W. H. Auden's first ten years in the United States were marked by rapid and extensive change in his life and thought. He became an American citizen, fell in love with Chester Kallman, and began to reflect on American culture and to explore the ideas of Reinhold Niebuhr and other Protestant theologians. This volume contains every piece of prose that Auden wrote during these years, including essays and reviews he published under pseudonyms. Most have never been reprinted in any form since their initial publication in such magazines and newspapers as the Nation, the New Republic, Common Sense, Vogue, and the New York Times.
Auden's prose during this period is frequently directly autobiographical even as he comments on literature, psychology, politics, and religion. The writings range from a dialogue about W. B. Yeats through a respectful parody of Gertrude Stein to Jamesian essays on Henry James. They also include lively and often profound responses to ancient and modern history as well as to contemporary issues in politics and religion. Other highlights include writings on opera and poetry as well as reports of Auden's lectures and the text of an unfinished autobiographical book, The Prolific and the Devourer. Throughout, Edward Mendelson's extensive and illuminating editor's notes explain all contemporary and private allusions.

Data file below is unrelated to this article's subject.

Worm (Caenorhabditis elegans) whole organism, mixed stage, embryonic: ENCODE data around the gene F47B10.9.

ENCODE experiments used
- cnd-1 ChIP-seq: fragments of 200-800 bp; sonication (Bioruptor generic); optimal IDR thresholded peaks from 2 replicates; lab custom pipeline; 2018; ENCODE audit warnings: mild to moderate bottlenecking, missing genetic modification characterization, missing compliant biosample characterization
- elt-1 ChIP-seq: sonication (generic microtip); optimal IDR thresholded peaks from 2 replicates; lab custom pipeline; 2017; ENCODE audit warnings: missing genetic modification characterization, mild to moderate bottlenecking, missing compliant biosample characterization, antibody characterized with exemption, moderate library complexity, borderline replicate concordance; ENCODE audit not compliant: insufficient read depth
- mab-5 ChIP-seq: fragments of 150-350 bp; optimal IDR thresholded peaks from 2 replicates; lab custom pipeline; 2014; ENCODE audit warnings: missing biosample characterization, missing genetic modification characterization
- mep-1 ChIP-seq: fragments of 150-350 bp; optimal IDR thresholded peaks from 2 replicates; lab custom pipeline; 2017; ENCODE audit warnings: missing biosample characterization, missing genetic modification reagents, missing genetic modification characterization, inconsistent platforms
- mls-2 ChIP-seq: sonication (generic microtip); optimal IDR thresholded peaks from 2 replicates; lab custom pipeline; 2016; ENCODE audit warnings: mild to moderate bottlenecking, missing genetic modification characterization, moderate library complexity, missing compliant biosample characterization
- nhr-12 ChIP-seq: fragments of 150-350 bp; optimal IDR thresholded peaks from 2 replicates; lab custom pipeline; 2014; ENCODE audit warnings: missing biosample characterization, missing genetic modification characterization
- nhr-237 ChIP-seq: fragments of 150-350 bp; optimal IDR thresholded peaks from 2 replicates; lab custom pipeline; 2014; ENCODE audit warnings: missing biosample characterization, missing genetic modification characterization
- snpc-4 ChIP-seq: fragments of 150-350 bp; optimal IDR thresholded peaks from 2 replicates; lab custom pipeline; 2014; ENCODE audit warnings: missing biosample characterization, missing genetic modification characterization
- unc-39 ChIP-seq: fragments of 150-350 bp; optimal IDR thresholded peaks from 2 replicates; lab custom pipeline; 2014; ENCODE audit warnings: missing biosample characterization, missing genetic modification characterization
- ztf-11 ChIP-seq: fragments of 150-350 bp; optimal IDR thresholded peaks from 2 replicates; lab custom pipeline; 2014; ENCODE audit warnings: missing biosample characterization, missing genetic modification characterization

By making available a large cache of important but previously difficult-to-obtain writings on key subjects, this volume will be of obvious appeal to Auden's legions of admirers. It will also be enjoyed by everyone interested in twentieth-century literature, religion, and culture.